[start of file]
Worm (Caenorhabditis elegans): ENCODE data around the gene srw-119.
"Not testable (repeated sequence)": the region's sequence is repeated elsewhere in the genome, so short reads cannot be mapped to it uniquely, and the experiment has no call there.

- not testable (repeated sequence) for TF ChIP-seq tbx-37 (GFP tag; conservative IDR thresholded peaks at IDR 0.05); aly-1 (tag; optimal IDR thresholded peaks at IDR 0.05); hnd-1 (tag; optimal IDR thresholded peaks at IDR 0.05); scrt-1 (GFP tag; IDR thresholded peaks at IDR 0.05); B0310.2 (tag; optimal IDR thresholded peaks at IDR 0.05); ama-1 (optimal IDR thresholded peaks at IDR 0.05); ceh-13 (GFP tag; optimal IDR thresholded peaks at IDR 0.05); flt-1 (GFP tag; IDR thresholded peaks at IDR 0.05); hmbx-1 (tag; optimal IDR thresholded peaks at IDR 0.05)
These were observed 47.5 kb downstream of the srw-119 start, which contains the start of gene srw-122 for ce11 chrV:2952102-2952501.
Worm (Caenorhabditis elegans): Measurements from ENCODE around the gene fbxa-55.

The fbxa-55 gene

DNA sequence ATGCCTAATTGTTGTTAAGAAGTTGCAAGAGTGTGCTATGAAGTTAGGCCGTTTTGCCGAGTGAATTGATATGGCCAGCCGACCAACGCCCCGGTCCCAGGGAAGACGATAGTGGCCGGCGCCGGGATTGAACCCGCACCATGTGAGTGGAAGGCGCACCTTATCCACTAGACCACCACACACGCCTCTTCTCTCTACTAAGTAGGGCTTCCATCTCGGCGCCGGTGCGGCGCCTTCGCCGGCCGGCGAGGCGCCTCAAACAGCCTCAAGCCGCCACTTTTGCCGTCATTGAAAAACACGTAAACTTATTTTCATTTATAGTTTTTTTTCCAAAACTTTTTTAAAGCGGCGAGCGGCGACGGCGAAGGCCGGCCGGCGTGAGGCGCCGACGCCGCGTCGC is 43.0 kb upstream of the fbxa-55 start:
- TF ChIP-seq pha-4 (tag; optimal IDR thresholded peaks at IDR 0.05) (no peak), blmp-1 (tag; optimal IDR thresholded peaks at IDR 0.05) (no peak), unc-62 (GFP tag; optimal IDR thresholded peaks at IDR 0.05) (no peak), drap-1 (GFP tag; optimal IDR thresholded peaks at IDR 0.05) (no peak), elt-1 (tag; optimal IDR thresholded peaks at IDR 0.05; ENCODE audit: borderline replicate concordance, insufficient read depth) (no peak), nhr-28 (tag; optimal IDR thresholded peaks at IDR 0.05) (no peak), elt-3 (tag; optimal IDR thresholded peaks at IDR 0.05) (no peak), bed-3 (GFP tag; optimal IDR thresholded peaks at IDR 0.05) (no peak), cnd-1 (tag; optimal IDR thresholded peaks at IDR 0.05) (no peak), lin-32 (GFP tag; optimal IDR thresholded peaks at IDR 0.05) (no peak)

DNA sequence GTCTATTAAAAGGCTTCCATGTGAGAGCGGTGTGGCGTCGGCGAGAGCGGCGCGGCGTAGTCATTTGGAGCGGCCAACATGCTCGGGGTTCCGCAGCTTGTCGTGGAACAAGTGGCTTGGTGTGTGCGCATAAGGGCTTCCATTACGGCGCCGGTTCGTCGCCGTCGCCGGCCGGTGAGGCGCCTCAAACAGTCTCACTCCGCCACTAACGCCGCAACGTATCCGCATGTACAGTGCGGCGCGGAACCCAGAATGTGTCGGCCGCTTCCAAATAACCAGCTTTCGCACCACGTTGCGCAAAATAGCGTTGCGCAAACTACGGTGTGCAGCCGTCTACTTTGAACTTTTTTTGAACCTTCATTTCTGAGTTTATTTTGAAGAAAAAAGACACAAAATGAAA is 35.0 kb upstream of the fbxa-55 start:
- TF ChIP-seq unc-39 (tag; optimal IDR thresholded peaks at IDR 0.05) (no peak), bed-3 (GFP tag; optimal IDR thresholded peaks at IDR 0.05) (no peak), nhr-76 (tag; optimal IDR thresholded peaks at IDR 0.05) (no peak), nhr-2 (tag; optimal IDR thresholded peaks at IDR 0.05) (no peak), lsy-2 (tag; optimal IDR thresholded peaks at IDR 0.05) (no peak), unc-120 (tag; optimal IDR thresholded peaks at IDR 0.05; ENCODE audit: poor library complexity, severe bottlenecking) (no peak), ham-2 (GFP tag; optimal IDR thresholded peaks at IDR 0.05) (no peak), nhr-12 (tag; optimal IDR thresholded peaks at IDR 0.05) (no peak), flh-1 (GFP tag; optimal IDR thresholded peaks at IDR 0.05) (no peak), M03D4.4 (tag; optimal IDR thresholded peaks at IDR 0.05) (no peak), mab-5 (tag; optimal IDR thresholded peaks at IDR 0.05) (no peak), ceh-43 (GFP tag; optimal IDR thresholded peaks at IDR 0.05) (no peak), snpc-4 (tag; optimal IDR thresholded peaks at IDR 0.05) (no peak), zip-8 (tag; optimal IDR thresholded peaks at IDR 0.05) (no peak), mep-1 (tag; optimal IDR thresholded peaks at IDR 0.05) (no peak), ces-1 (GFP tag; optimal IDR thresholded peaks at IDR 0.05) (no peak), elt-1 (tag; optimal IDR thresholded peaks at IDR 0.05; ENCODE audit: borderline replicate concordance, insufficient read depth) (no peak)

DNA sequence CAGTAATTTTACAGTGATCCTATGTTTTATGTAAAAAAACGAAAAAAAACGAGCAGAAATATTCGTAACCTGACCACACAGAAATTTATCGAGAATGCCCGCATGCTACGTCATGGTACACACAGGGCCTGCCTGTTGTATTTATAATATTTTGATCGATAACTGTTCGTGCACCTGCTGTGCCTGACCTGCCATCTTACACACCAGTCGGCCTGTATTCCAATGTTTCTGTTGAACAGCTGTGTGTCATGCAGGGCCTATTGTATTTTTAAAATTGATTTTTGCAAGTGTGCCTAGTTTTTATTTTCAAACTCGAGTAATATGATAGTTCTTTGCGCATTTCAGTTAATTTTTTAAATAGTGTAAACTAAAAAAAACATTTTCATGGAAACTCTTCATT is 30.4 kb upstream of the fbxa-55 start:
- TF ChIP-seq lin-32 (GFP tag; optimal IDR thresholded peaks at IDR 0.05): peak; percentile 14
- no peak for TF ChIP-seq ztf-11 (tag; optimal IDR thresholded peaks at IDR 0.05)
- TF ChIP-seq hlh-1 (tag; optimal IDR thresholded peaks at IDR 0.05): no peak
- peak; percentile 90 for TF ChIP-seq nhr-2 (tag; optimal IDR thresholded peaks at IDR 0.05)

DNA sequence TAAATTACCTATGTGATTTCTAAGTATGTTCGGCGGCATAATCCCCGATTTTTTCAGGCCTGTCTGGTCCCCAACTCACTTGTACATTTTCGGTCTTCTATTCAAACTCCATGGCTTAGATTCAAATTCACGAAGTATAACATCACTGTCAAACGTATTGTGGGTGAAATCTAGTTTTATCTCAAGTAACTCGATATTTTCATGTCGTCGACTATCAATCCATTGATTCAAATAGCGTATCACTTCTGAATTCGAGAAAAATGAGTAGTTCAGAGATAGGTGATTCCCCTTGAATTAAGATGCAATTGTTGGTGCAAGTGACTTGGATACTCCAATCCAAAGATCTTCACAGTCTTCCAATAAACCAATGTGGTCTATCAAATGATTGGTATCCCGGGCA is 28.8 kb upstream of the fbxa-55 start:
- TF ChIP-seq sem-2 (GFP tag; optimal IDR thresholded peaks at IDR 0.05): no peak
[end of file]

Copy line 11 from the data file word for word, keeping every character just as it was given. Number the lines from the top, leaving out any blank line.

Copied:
DNA sequence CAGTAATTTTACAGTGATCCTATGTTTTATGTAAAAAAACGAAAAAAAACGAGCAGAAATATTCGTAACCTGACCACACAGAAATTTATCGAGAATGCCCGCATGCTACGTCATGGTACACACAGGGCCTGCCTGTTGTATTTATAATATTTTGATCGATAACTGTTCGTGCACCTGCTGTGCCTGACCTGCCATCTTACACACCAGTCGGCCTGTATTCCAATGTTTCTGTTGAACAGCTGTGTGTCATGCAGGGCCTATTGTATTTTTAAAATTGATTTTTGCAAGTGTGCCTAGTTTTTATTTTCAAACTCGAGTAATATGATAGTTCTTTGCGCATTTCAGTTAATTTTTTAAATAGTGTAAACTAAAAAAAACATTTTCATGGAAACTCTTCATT is 30.4 kb upstream of the fbxa-55 start: